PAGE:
People remember Thomas Jefferson mainly for the Declaration of Independence, which he wrote in 1776. Some remember that he served as president from 1801 to 1809, but aside from that, few know much more of his life and work. In fact, he lived until 1826, when he died on July 4th, fifty years to the day after the ratification of his Declaration.
During those fifty years, Jefferson’s intellectual life bloomed. He was an inventor, a horticulturist, and especially a philosopher.
What’s also lost to history is that Jefferson was convinced he and the other founders of American self-government were losing the fight for freedom, and badly. Continue reading “Jefferson’s Warnings”
For some time I’ve been talking about upgrading human processes and behavior from a primate model – or, more properly from a hybrid model – to a post-primate model. I’m so deeply convinced of the importance of this that I’ve been devoting a good deal of time and effort to it. And recently I’ve found reasons to believe that a change from our hybrid primate model to a post-primate model would be in the range of a 2 sigma improvement… a very large improvement.
I was blissful as I drove past and away from Downtown. I felt light and free. My letter had been published, I had delivered the probe to the people of Chicago, and it had become an event. The important things had been done. I had money, knowledge, and 18 months to spend as I wished. Continue reading “Return Engagements: Book Three (Part Twenty)”
This line, which I’m swiping from Izzy Rabi’s mom, is something l’d like to write on billboards, bumper stickers and a hundred other places, as persistent reminders to all of us, that we should ask something interesting every day.
Harlan Robinson made it home just after noon the next day. He greeted his nephews near the road block; they had already heard about the destruction of the forward enforcement station and were glad to see Harlan safe. His wife Betty met him on their front porch, kissed him, and served him a lunch that she had been keeping warm on the stove.
I saw Martin off and walked with him as far as Michigan Avenue (which wasn’t far from my apartment), then drove to my garage and got ready to paint my truck to look like a City of Chicago, Streets and Sanitation truck. I found an appropriate paint store and loaded up what I needed. It was quite a lot of paint. Continue reading “Return Engagements: Book Three (Part Nineteen)”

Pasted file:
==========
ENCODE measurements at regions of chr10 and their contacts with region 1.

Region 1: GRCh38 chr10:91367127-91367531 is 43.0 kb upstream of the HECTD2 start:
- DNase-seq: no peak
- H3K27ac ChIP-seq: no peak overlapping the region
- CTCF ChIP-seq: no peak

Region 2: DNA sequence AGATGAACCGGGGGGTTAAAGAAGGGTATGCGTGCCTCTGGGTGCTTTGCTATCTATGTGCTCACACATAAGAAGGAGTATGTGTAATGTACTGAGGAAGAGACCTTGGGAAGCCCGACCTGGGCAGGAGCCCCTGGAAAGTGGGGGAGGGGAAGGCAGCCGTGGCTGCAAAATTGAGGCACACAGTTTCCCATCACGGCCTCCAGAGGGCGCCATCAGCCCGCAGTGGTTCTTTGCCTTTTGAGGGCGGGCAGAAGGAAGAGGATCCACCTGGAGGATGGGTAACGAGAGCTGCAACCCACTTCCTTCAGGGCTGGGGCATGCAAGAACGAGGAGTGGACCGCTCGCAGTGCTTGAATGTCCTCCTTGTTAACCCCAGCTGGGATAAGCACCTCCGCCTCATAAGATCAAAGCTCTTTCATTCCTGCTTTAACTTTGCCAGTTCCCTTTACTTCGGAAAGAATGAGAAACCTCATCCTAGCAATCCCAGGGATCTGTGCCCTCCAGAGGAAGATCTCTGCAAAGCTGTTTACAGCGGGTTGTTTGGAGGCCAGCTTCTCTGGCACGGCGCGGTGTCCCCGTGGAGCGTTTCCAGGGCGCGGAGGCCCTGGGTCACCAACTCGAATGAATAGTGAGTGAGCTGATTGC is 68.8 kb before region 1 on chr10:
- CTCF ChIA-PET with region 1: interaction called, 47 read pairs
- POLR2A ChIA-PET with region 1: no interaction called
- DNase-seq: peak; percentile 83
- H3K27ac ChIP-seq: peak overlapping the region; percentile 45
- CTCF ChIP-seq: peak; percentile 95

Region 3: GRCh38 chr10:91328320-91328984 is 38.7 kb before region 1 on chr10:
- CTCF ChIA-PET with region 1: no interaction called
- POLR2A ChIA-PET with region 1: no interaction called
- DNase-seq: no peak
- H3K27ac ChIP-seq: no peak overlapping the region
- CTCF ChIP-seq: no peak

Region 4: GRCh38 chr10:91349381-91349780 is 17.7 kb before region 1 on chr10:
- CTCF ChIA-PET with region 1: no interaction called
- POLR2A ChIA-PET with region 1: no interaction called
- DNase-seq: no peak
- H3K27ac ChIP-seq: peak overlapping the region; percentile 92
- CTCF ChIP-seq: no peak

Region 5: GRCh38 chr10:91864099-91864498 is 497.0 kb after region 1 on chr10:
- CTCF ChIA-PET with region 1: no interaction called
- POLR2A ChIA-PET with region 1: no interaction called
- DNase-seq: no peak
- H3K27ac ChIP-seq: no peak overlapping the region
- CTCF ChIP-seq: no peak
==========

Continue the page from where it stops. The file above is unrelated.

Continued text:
Form time immemorial, humanity has enjoyed the presence of what we might call feminine influences and masculine influences (which don’t necessarily involve one or the other sex). These masculine and feminine principles have jointly molded humanity, and our progress has required them both. Continue reading “The Feminine Principle”
A clanking sound in the back of the motionless van woke JTM. Before he even looked around, he reached for his opium and started sipping. The pain was getting bad, not just in his head but all through his body now. There was more banging in the back, then Harlan opened the driver’s door and got in.
The Air Force brass went apoplectic over Dorothy’s column, with the rest of officialdom following. In the column, Dorothy condemned them for lying to the American people, of treating them like minor children, and demanded answers. She went so far as to say they were destroying the credibility they had gained in the war.
The two younger men at the barricade had slowly lowered their weapons while JTM spoke to the older man, whose name was Harlan Robinson. It was obvious that JTM was near death and meant no harm. The only risk on their mind was that he should come no closer; he would certainly be radioactive, and if they allowed him to touch them, they might be too. But, they didn’t worry for very long. JTM staggered half a step and fell to his hands and knees.